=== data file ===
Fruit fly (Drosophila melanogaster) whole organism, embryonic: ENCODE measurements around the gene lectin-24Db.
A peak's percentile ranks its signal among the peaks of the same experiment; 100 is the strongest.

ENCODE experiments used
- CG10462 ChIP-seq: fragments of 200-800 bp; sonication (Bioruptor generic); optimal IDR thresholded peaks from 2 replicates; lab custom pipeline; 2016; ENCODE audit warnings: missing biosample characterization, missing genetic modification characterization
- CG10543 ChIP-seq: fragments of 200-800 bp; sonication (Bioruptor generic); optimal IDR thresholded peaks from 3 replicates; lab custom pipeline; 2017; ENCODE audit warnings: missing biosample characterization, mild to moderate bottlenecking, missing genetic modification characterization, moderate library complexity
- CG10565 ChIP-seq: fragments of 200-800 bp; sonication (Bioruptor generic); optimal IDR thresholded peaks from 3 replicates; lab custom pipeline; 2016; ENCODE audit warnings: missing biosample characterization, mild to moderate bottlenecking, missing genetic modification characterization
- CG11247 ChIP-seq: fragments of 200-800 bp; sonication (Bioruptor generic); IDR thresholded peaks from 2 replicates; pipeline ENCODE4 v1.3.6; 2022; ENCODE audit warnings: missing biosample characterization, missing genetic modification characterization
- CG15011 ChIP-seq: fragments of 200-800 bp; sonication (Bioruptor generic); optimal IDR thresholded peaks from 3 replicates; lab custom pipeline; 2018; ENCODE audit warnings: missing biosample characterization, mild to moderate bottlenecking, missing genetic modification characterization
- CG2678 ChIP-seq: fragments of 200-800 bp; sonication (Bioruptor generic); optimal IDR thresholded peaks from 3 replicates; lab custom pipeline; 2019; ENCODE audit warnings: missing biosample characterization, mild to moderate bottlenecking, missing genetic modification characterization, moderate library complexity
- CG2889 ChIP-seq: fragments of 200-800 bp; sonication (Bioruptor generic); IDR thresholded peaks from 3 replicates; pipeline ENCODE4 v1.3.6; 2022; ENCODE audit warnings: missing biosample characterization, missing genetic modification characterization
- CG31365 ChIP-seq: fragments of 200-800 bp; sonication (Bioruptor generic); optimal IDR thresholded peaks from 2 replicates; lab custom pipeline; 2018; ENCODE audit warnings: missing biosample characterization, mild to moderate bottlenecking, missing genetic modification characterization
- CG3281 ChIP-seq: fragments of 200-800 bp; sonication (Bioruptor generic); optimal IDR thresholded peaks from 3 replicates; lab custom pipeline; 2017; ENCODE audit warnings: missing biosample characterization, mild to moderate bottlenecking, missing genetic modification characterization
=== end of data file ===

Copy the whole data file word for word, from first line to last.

Fruit fly (Drosophila melanogaster) whole organism, embryonic: ENCODE measurements around the gene lectin-24Db.
A peak's percentile ranks its signal among the peaks of the same experiment; 100 is the strongest.

ENCODE experiments used
- CG10462 ChIP-seq: fragments of 200-800 bp; sonication (Bioruptor generic); optimal IDR thresholded peaks from 2 replicates; lab custom pipeline; 2016; ENCODE audit warnings: missing biosample characterization, missing genetic modification characterization
- CG10543 ChIP-seq: fragments of 200-800 bp; sonication (Bioruptor generic); optimal IDR thresholded peaks from 3 replicates; lab custom pipeline; 2017; ENCODE audit warnings: missing biosample characterization, mild to moderate bottlenecking, missing genetic modification characterization, moderate library complexity
- CG10565 ChIP-seq: fragments of 200-800 bp; sonication (Bioruptor generic); optimal IDR thresholded peaks from 3 replicates; lab custom pipeline; 2016; ENCODE audit warnings: missing biosample characterization, mild to moderate bottlenecking, missing genetic modification characterization
- CG11247 ChIP-seq: fragments of 200-800 bp; sonication (Bioruptor generic); IDR thresholded peaks from 2 replicates; pipeline ENCODE4 v1.3.6; 2022; ENCODE audit warnings: missing biosample characterization, missing genetic modification characterization
- CG15011 ChIP-seq: fragments of 200-800 bp; sonication (Bioruptor generic); optimal IDR thresholded peaks from 3 replicates; lab custom pipeline; 2018; ENCODE audit warnings: missing biosample characterization, mild to moderate bottlenecking, missing genetic modification characterization
- CG2678 ChIP-seq: fragments of 200-800 bp; sonication (Bioruptor generic); optimal IDR thresholded peaks from 3 replicates; lab custom pipeline; 2019; ENCODE audit warnings: missing biosample characterization, mild to moderate bottlenecking, missing genetic modification characterization, moderate library complexity
- CG2889 ChIP-seq: fragments of 200-800 bp; sonication (Bioruptor generic); IDR thresholded peaks from 3 replicates; pipeline ENCODE4 v1.3.6; 2022; ENCODE audit warnings: missing biosample characterization, missing genetic modification characterization
- CG31365 ChIP-seq: fragments of 200-800 bp; sonication (Bioruptor generic); optimal IDR thresholded peaks from 2 replicates; lab custom pipeline; 2018; ENCODE audit warnings: missing biosample characterization, mild to moderate bottlenecking, missing genetic modification characterization
- CG3281 ChIP-seq: fragments of 200-800 bp; sonication (Bioruptor generic); optimal IDR thresholded peaks from 3 replicates; lab custom pipeline; 2017; ENCODE audit warnings: missing biosample characterization, mild to moderate bottlenecking, missing genetic modification characterization